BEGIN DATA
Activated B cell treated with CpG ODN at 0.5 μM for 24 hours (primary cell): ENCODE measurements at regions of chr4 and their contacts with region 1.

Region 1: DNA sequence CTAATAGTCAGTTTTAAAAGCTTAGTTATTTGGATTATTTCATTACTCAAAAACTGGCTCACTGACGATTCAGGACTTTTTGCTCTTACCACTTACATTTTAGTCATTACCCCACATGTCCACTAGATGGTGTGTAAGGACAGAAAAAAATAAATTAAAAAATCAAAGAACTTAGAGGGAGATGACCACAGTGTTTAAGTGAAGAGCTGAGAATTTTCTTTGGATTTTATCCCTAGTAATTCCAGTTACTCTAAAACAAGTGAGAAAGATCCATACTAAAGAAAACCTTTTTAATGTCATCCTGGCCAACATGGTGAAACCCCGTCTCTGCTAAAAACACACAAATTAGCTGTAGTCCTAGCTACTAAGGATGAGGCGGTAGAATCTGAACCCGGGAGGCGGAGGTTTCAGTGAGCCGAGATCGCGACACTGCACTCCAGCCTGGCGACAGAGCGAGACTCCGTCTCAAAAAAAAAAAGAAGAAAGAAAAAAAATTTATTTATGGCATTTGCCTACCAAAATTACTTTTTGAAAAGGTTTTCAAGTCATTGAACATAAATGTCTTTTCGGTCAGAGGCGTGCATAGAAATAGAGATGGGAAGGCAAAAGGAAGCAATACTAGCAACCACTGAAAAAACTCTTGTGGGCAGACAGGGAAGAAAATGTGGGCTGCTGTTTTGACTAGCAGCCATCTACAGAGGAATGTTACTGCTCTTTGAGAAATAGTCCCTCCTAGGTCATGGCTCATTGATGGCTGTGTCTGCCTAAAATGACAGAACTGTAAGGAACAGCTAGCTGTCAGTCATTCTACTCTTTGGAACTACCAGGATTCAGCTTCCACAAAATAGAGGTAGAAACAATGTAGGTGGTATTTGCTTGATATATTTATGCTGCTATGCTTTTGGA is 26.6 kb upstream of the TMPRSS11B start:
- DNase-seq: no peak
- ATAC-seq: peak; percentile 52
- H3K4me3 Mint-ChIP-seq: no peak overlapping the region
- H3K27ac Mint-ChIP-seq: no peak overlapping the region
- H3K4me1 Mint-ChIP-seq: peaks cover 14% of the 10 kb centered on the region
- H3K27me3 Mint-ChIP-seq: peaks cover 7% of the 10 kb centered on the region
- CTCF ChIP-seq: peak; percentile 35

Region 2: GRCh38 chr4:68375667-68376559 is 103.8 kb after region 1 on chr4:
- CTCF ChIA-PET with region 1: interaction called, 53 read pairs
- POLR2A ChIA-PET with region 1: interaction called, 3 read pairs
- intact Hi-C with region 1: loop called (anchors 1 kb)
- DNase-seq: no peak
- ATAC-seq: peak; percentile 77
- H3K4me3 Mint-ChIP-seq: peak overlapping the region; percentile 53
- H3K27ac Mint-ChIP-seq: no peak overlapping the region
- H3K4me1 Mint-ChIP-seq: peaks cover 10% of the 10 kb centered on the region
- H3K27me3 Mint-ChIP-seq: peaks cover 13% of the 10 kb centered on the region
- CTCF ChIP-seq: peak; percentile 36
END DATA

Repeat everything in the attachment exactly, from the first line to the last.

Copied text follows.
Activated B cell treated with CpG ODN at 0.5 μM for 24 hours (primary cell): ENCODE measurements at regions of chr4 and their contacts with region 1.

Region 1: DNA sequence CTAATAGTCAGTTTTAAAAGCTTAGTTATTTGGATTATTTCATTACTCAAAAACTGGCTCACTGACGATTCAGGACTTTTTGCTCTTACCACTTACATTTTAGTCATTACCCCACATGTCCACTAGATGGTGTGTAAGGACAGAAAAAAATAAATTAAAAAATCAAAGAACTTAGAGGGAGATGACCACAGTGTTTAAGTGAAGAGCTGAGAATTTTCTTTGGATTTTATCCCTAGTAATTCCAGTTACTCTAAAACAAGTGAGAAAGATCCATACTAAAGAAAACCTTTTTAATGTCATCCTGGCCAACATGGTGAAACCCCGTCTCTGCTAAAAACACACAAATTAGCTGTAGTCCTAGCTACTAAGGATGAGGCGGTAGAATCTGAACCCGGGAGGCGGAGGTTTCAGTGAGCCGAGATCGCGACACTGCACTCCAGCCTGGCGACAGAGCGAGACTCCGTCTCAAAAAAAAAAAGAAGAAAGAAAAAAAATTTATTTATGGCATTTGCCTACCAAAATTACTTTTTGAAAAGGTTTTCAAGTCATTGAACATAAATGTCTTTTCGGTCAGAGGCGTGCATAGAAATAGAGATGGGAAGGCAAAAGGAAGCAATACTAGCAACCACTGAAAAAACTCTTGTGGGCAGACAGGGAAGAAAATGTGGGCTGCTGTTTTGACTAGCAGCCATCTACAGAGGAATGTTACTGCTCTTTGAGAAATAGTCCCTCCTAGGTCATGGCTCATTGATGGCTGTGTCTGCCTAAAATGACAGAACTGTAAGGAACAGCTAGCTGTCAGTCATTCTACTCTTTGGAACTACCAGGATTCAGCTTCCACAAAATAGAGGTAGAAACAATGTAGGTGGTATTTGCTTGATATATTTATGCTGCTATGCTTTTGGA is 26.6 kb upstream of the TMPRSS11B start:
- DNase-seq: no peak
- ATAC-seq: peak; percentile 52
- H3K4me3 Mint-ChIP-seq: no peak overlapping the region
- H3K27ac Mint-ChIP-seq: no peak overlapping the region
- H3K4me1 Mint-ChIP-seq: peaks cover 14% of the 10 kb centered on the region
- H3K27me3 Mint-ChIP-seq: peaks cover 7% of the 10 kb centered on the region
- CTCF ChIP-seq: peak; percentile 35

Region 2: GRCh38 chr4:68375667-68376559 is 103.8 kb after region 1 on chr4:
- CTCF ChIA-PET with region 1: interaction called, 53 read pairs
- POLR2A ChIA-PET with region 1: interaction called, 3 read pairs
- intact Hi-C with region 1: loop called (anchors 1 kb)
- DNase-seq: no peak
- ATAC-seq: peak; percentile 77
- H3K4me3 Mint-ChIP-seq: peak overlapping the region; percentile 53
- H3K27ac Mint-ChIP-seq: no peak overlapping the region
- H3K4me1 Mint-ChIP-seq: peaks cover 10% of the 10 kb centered on the region
- H3K27me3 Mint-ChIP-seq: peaks cover 13% of the 10 kb centered on the region
- CTCF ChIP-seq: peak; percentile 36